How to Install macOS From USB

If you ever run into issues with your Mac, the easiest way to do a fresh installation of macOS is using the internet recovery method. But did you know that you can also create a bootable USB drive to install macOS from if internet recovery isn’t an option? This will let you boot your Mac from a different source if it won’t work normally, and makes installs on multiple machines easy.


Why Would You Need to Install macOS From a USB?

Creating a bootable USB drive and using it to reinstall macOS is a bit of a lengthier process compared to simply updating macOS from the Software Update section of the System Preferences, but it has its benefits.

But creating a bootable USB disk allows you to install or update macOS on multiple systems without having to download the installer on each Mac. This can save quite a bit of time, considering the most recent versions of macOS have an installer size of 12GB.

You can also use the built-in recovery tools that come with the macOS installer to troubleshoot and fix different kinds of issues. These issues include when your Mac refuses to boot or when you need to recover system files that seem to be lost.

Another benefit of using a bootable disk for a macOS installation is that you can perform a clean installation. A clean installation allows you to get rid of junk apps and files that may have accumulated over time. This almost always results in a Mac running faster after a clean install, since macOS has started over with a clean slate.

Step 1. Choose a USB Flash Drive for Installing macOS

USB flash drives are cheaper than ever, so you won’t have to spend much on this task. However, make sure to buy a name-brand flash drive (like SanDisk, Kingston, or PNY) from a reputable store. Stay away from cheap drives with suspiciously high storage on sites like eBay.

Those drives often have their firmware hacked to report a false size to your operating system. Not only will the transfer speeds be painfully slow, but using them may also result in loss of data or even a damaged USB port.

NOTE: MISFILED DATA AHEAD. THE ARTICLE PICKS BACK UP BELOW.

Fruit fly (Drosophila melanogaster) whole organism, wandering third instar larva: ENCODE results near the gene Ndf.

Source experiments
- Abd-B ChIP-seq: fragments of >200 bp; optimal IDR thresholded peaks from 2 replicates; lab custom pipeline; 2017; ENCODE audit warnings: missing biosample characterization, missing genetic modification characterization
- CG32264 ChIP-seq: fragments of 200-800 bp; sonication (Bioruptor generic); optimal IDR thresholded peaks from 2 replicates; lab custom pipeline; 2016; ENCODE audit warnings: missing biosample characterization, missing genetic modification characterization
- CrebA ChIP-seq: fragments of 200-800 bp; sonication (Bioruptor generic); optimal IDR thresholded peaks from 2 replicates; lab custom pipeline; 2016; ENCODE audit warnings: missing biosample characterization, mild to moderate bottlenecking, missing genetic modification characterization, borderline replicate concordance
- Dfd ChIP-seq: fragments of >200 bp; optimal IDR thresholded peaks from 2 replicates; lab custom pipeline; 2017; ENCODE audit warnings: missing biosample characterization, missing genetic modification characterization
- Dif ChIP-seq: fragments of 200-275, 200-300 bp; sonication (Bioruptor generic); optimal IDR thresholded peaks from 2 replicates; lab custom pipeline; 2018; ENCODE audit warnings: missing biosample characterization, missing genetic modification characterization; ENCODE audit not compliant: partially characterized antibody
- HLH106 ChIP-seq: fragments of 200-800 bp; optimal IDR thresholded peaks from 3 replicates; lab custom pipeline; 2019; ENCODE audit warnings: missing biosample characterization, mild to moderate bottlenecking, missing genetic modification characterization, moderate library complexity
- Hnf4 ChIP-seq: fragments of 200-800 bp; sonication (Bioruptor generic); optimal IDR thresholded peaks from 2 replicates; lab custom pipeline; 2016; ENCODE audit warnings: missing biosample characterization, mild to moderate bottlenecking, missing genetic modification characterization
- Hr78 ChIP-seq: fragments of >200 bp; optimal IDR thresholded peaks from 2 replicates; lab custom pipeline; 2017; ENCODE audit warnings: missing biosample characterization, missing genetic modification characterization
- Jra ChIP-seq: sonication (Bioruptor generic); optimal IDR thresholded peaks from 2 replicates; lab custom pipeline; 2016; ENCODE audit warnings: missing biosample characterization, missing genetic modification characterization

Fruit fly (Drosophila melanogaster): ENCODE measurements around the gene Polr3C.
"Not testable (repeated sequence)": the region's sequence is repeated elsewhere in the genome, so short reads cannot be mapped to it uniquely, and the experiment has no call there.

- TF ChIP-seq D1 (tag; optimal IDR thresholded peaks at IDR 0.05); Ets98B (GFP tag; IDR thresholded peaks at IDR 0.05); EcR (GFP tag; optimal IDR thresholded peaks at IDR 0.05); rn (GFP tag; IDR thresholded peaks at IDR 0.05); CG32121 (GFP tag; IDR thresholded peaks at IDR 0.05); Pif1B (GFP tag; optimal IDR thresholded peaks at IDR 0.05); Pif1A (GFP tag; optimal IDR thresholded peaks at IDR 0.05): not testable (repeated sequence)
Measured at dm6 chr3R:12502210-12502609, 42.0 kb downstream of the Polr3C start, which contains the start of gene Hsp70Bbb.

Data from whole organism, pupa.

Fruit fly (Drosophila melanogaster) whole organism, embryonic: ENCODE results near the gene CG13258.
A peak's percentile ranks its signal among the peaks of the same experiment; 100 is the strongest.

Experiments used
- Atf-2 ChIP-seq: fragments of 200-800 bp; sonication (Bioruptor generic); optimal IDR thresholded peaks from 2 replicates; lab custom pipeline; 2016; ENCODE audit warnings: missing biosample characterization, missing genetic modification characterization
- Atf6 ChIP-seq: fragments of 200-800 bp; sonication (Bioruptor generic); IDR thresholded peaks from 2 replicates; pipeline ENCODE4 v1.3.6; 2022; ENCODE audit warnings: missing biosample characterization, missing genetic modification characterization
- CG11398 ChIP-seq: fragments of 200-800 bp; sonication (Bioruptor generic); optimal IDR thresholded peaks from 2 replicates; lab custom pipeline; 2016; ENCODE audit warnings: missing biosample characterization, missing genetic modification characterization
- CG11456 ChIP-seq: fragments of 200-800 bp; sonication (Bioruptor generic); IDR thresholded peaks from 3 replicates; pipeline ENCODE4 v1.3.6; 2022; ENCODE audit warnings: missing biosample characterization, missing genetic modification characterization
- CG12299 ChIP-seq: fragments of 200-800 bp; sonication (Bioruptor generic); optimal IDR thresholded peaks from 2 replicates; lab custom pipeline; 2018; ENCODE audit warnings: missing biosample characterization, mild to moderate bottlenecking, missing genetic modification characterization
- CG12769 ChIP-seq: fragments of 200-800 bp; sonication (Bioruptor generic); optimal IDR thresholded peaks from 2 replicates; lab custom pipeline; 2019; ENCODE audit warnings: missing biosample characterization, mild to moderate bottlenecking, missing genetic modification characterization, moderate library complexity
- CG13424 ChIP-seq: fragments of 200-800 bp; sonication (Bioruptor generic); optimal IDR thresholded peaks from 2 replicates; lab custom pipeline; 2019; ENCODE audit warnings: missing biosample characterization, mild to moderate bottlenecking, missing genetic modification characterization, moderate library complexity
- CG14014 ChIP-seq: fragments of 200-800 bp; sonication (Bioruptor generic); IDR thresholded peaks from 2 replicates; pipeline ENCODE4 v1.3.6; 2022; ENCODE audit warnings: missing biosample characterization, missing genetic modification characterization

Also, check to see what ports you have on your Mac. Most of Apple’s current MacBook models exclusively offer USB-C ports. Fortunately, there are a lot of USB-C drives available, or you can use a USB-C to USB-A adapter.

It’s best to go with a USB 3.0 drive, with a minimum size of 16GB. The Samsung BAR Plus is a good overall value for the money; we’ve also rounded up all the fastest USB 3.0 drives you can buy for more options.

Step 2. Format Your USB Flash Drive

You can only create a bootable installer for macOS on a Mac. If you’re using a flash drive that already has data on it, make sure to back up any important files now, as you’re going to erase everything in a moment.

Open Finder. Then navigate to Applications > Utilities, and open Disk Utility. You should see your flash drive under the External section in the left pane. After selecting it, click on the Erase button along the top. Choose a recognizable name (which you’ll use later), and make sure to choose Mac OS Extended (Journaled) for the format. Finally, click Erase.

Step 3. Download the macOS Installer

Apple has changed the method for downloading versions of the operating system of macOS. While the installers were previously available to download via the App Store, newer versions (macOS Mojave and later) update the system from System Preferences.

To download the latest version of the macOS installer for installing on a USB, open up the System Preferences and navigate to Software Update. You should see the option to download the installer here.

You can also use the App Store to open the System Preferences and download the update. Open the App Store and search for your version of macOS. Click on the View or Get button, which will open up System Preferences to download the installer. If you’re on a version of macOS from before Mojave, you can still download the installer directly from the App Store.

In the event that you are already running the latest version of macOS, you might not see the option to download the installer in System Preferences. In that case, use the App Store method detailed above. This will force System Preferences to download the installer, which you can then use to create the bootable disk.

In either case, once the installer downloads and opens, quit it without continuing the installation.

Step 4. Create a Bootable USB Using Terminal

Terminal offers the easiest way to create your bootable USB drive to install macOS. Just replace the MyVolume portion of the commands below with the name you gave your drive in the Disk Utility step above.